The acclaimed HBO crime series The Night Of is headed to Blu-ray and DVD on October 18. The eight episode project, created by Oscar winning writer Steven Zaillian and Oscar nominated scribe and novelist Richard Price (The Color of Money, Clockers), is headlined by Riz Ahmed and John Turturro (he worked with Price on Clockers).
“The Drop” is a crime drama that’s blessed with a Grade A pedigree. The screenplay was penned by “Mystic River” and “Gone Baby Gone” scribe Dennis Lehane, who based his script on his short story “Animal Rescue.” The film’s director, Michaël R. Rosmak, gained his share of acclaim for the 2011 film “Bullhead.” Coming out September 19th, this Brooklyn set drama stars late actor James Gandolfini, Tom Hardy, Noomi Rapace, and “Bullhead” actor Matthias Schoenaerts.
Hardy, who will also be seen in the April release “Locke,” plays Bob Saginowski, a sad sack bartender who aids local criminals with their various money drops. His boss and cousin Marv (James Gandolfini) was once a feared man in the underworld (at least that’s what he says), and after a robbery compromises their livelihood, Marv dips his feet into shady waters once again.
Gandolfini, best known as a conflicted mob boss on “The Sopranos,” excelled at playing criminals who long for their past glories. He recently inhabited such a role in “Killing Them Softly,” starring as an assassin named Mickey who, after being paid on a corrupt company’s dime, boozes his way to oblivion and fails to get the job done.
“The Drop” trailer portrays Marv as a guy who’s tired of being pushed around, and like Mickey, may is too nostalgic for his own good. Unlike Mickey, Marv is ready for a little action. Since I haven’t read Lehane’s short story, I have no idea how this all plays out.
With talented, top of the line talent, “The Drop” is one of my must see films this year. Seeing Hardy, who critics often liken to a modern day Marlon Brando, mixing it up with Gandolfini is one of the many reasons why “The Drop” should deliver the goods.
Director Nicole Holofcenter’s storytelling passions lie within the intricate relationships of complex people who, in essence, are just trying to get through the day with a bit happiness. So it was great to see Enough Said receive its share of Critics Choice nominations, and James Gandolfini was named Best Supporting Actor by the Boston Society of Film Critics (Holofcenter also received the BSFC award for Best Screenplay).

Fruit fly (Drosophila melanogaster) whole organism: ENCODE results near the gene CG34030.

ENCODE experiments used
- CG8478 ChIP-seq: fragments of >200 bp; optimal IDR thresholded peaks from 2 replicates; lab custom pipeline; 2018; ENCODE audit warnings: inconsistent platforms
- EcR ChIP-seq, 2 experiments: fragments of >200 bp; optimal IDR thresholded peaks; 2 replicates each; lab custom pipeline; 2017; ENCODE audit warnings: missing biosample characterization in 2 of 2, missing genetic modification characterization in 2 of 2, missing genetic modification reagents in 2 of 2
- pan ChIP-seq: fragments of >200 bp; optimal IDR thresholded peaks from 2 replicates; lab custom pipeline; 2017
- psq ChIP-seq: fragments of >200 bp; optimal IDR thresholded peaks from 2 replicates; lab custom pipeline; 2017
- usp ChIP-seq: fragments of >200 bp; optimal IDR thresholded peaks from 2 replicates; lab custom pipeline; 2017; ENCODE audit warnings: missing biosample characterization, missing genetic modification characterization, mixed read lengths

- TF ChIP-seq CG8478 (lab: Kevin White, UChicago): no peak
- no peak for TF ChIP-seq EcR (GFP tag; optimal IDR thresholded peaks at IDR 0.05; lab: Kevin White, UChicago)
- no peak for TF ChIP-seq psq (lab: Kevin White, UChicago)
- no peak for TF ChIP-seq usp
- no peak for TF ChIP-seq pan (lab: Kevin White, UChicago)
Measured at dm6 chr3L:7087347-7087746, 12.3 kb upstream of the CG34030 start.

Enough Said (PG-13, 93 minutes) centers on a masseuse named Eva (Louis-Dreyfus) who becomes enamored with Albert (Gandolfini), a fellow divorce who’s blessed with a great combination of dry wit and kindness. Their gradual coupling is thrown for a curve after Eva discovers a narcissistic but well meaning client (frequent Holofcenter collaborator Catherine Keener) is Albert’s ex-wife. Toni Collette also stars as Sarah, Eva’s best friend whose chemistry with her hubby (Ben Falcone) comes from a highly argumentative place. Eve Hewson, the daughter of Bono, also is featured as Albert’s daughter Tess.
As in her previous works Friends with Money and Please Give, Enough Said illustrates how seemingly disparate individuals eventually stumble upon real, human connection. Holofcenter refuses to paint her characters in broad strokes, instead relying on life’s small moments for a subtle mixture of comedy and resonance.
My only complaint regarding the Enough Said Blu-ray is the disc comes with just several featurettes and a trailer. They do give a slight peek into Holofcenter’s working world, but an in-depth commentary from the filmmaker and its cast would have been welcome. Still, that’s a small price to pay since the film stands on its own merits, and at least fans can digitally download the movie on their respective device.
One of my favorite Enough Said exchanges takes place during the movie’s first act, as Eva attends a party and meets a new contact (Keener).